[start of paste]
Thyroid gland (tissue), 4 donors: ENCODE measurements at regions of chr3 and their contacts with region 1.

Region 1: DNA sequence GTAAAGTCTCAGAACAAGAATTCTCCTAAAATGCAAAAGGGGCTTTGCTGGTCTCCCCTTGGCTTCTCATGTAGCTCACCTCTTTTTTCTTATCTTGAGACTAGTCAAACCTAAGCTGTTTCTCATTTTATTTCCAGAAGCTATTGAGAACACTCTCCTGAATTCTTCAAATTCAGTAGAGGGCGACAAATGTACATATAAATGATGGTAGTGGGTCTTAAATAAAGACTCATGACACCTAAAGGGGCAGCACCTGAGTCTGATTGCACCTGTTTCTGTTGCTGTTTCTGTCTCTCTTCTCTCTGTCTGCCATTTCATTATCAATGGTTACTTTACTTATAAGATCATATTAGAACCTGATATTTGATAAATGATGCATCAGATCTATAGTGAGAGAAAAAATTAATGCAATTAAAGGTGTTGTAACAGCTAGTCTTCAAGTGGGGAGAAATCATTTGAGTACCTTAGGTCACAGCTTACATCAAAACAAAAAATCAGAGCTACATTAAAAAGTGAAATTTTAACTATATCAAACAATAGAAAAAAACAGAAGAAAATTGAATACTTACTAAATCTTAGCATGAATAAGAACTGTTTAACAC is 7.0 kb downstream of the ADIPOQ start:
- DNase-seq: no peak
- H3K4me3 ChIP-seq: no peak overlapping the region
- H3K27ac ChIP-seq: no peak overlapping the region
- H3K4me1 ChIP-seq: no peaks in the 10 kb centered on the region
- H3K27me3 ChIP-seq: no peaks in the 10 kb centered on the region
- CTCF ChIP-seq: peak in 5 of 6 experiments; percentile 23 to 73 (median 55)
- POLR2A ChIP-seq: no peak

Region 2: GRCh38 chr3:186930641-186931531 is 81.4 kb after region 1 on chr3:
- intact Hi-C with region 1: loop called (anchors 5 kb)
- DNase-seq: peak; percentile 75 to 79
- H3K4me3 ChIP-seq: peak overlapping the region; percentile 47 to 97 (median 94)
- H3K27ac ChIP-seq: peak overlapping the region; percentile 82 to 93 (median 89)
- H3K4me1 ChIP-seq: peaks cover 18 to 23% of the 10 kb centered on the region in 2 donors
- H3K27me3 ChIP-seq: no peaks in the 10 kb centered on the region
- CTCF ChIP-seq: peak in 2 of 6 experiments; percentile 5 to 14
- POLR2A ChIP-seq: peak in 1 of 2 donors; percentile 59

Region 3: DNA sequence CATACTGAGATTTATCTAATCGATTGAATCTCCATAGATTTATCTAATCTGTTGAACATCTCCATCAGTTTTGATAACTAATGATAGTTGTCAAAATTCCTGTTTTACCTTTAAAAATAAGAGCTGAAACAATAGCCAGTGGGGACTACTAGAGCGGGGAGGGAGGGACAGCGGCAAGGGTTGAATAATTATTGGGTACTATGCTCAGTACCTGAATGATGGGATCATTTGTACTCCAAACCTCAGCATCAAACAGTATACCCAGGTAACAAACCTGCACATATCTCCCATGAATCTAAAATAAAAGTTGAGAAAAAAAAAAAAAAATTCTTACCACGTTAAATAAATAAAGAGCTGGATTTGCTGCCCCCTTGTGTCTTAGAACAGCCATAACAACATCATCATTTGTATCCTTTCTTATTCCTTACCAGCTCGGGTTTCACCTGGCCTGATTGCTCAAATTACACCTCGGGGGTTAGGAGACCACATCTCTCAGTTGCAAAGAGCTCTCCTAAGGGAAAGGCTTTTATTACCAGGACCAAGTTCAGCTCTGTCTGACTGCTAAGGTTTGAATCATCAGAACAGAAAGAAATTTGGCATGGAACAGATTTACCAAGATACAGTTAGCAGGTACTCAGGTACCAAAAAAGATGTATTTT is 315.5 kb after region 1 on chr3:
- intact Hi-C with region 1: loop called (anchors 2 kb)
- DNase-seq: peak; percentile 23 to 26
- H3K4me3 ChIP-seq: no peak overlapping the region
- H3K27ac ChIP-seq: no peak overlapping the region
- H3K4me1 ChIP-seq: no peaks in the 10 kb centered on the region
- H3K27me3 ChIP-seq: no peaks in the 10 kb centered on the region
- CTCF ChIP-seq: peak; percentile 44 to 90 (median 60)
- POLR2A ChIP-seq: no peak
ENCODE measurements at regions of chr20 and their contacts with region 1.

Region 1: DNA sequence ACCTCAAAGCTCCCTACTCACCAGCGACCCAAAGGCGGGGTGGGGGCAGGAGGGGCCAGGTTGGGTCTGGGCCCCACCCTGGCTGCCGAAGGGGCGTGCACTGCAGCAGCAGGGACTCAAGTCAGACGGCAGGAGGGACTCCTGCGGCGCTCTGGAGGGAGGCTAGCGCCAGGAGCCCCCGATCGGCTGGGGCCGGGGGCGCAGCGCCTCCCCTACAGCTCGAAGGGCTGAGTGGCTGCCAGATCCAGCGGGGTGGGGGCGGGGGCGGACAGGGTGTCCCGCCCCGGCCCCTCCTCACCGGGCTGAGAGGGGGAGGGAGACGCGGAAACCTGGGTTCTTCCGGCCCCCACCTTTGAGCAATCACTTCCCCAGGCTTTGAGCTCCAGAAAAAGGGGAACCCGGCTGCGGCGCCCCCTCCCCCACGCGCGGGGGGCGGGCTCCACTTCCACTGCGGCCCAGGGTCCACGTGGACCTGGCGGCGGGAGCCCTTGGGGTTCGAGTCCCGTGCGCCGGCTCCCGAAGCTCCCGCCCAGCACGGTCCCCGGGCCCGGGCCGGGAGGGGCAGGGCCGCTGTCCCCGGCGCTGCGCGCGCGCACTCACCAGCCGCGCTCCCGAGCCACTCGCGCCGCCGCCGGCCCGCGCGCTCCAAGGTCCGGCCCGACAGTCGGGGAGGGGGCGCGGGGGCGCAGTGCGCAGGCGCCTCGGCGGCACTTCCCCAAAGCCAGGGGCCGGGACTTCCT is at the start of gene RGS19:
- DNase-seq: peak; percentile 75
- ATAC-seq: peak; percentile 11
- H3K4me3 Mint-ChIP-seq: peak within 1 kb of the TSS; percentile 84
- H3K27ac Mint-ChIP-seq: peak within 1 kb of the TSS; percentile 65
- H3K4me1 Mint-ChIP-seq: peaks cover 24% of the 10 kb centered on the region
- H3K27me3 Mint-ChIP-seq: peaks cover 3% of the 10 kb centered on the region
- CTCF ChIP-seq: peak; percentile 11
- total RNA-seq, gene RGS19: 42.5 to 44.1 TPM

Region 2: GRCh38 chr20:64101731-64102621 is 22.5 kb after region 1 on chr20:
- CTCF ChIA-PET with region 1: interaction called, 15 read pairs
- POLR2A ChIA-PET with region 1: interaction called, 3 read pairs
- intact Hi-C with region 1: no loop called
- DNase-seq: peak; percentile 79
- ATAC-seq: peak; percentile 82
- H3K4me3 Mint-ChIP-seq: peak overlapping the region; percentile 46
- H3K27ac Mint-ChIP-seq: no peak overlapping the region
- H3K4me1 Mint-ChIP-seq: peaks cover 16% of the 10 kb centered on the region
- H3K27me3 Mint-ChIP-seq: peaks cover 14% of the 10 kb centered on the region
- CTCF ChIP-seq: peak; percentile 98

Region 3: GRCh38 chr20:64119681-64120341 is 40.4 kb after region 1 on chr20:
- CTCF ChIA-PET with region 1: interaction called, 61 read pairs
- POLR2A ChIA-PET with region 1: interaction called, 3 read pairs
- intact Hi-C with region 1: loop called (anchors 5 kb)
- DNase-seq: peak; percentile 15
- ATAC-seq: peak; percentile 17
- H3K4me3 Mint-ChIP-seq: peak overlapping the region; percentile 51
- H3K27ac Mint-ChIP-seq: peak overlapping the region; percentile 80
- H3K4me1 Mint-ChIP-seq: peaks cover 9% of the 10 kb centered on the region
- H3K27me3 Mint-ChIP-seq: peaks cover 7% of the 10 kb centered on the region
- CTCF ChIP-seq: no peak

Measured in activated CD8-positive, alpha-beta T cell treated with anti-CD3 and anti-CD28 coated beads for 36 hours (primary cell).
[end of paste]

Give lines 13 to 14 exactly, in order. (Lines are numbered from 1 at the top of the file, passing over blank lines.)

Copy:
- H3K4me3 ChIP-seq: peak overlapping the region; percentile 47 to 97 (median 94)
- H3K27ac ChIP-seq: peak overlapping the region; percentile 82 to 93 (median 89)